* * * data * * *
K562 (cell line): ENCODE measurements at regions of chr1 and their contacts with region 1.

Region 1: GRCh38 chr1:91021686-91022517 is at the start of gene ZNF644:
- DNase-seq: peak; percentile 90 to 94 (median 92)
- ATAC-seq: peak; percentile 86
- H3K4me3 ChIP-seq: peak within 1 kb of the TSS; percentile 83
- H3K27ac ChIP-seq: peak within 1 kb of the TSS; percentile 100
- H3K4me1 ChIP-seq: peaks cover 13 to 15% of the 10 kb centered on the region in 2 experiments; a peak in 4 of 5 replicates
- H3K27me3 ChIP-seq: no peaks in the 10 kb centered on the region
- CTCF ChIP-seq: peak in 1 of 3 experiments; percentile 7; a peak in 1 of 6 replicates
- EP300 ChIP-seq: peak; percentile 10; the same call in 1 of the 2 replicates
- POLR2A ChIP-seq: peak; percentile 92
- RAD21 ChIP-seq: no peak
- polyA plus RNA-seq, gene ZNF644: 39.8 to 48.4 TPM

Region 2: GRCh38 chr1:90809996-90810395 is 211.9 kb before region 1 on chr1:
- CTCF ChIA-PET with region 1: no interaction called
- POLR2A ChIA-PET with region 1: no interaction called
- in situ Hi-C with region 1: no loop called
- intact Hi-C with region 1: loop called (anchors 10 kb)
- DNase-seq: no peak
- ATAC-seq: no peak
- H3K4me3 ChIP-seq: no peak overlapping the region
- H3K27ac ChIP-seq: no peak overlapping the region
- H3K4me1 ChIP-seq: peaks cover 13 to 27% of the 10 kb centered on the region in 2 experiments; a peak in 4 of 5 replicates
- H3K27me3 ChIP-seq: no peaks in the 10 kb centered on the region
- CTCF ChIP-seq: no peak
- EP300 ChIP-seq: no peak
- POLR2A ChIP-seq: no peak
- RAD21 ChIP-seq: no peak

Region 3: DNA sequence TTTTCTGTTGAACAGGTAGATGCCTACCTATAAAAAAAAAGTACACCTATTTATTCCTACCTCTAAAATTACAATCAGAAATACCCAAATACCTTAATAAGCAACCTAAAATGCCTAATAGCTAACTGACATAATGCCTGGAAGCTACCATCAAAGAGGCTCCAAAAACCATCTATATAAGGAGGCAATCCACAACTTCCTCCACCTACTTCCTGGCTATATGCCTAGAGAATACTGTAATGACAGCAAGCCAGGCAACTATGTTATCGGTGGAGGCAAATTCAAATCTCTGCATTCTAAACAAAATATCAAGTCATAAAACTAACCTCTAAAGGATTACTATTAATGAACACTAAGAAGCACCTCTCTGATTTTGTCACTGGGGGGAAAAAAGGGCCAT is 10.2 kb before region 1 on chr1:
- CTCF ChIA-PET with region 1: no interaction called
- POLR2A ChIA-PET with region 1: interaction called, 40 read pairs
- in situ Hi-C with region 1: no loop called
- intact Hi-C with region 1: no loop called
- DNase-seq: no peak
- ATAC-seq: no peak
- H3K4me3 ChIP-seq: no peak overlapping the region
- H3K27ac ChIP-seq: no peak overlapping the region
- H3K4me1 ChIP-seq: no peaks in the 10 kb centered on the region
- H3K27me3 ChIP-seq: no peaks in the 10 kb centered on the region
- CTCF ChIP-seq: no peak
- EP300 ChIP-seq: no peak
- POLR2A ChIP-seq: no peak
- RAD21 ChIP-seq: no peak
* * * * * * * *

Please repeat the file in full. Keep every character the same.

K562 (cell line): ENCODE measurements at regions of chr1 and their contacts with region 1.

Region 1: GRCh38 chr1:91021686-91022517 is at the start of gene ZNF644:
- DNase-seq: peak; percentile 90 to 94 (median 92)
- ATAC-seq: peak; percentile 86
- H3K4me3 ChIP-seq: peak within 1 kb of the TSS; percentile 83
- H3K27ac ChIP-seq: peak within 1 kb of the TSS; percentile 100
- H3K4me1 ChIP-seq: peaks cover 13 to 15% of the 10 kb centered on the region in 2 experiments; a peak in 4 of 5 replicates
- H3K27me3 ChIP-seq: no peaks in the 10 kb centered on the region
- CTCF ChIP-seq: peak in 1 of 3 experiments; percentile 7; a peak in 1 of 6 replicates
- EP300 ChIP-seq: peak; percentile 10; the same call in 1 of the 2 replicates
- POLR2A ChIP-seq: peak; percentile 92
- RAD21 ChIP-seq: no peak
- polyA plus RNA-seq, gene ZNF644: 39.8 to 48.4 TPM

Region 2: GRCh38 chr1:90809996-90810395 is 211.9 kb before region 1 on chr1:
- CTCF ChIA-PET with region 1: no interaction called
- POLR2A ChIA-PET with region 1: no interaction called
- in situ Hi-C with region 1: no loop called
- intact Hi-C with region 1: loop called (anchors 10 kb)
- DNase-seq: no peak
- ATAC-seq: no peak
- H3K4me3 ChIP-seq: no peak overlapping the region
- H3K27ac ChIP-seq: no peak overlapping the region
- H3K4me1 ChIP-seq: peaks cover 13 to 27% of the 10 kb centered on the region in 2 experiments; a peak in 4 of 5 replicates
- H3K27me3 ChIP-seq: no peaks in the 10 kb centered on the region
- CTCF ChIP-seq: no peak
- EP300 ChIP-seq: no peak
- POLR2A ChIP-seq: no peak
- RAD21 ChIP-seq: no peak

Region 3: DNA sequence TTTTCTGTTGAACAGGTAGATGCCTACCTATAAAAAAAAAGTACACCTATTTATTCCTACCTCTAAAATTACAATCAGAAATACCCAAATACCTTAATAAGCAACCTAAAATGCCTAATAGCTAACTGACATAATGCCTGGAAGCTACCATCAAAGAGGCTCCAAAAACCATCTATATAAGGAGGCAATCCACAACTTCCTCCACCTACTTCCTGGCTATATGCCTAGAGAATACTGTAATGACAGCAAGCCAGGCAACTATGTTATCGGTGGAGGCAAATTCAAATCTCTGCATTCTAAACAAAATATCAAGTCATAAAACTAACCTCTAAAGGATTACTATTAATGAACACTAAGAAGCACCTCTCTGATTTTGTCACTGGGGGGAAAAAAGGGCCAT is 10.2 kb before region 1 on chr1:
- CTCF ChIA-PET with region 1: no interaction called
- POLR2A ChIA-PET with region 1: interaction called, 40 read pairs
- in situ Hi-C with region 1: no loop called
- intact Hi-C with region 1: no loop called
- DNase-seq: no peak
- ATAC-seq: no peak
- H3K4me3 ChIP-seq: no peak overlapping the region
- H3K27ac ChIP-seq: no peak overlapping the region
- H3K4me1 ChIP-seq: no peaks in the 10 kb centered on the region
- H3K27me3 ChIP-seq: no peaks in the 10 kb centered on the region
- CTCF ChIP-seq: no peak
- EP300 ChIP-seq: no peak
- POLR2A ChIP-seq: no peak
- RAD21 ChIP-seq: no peak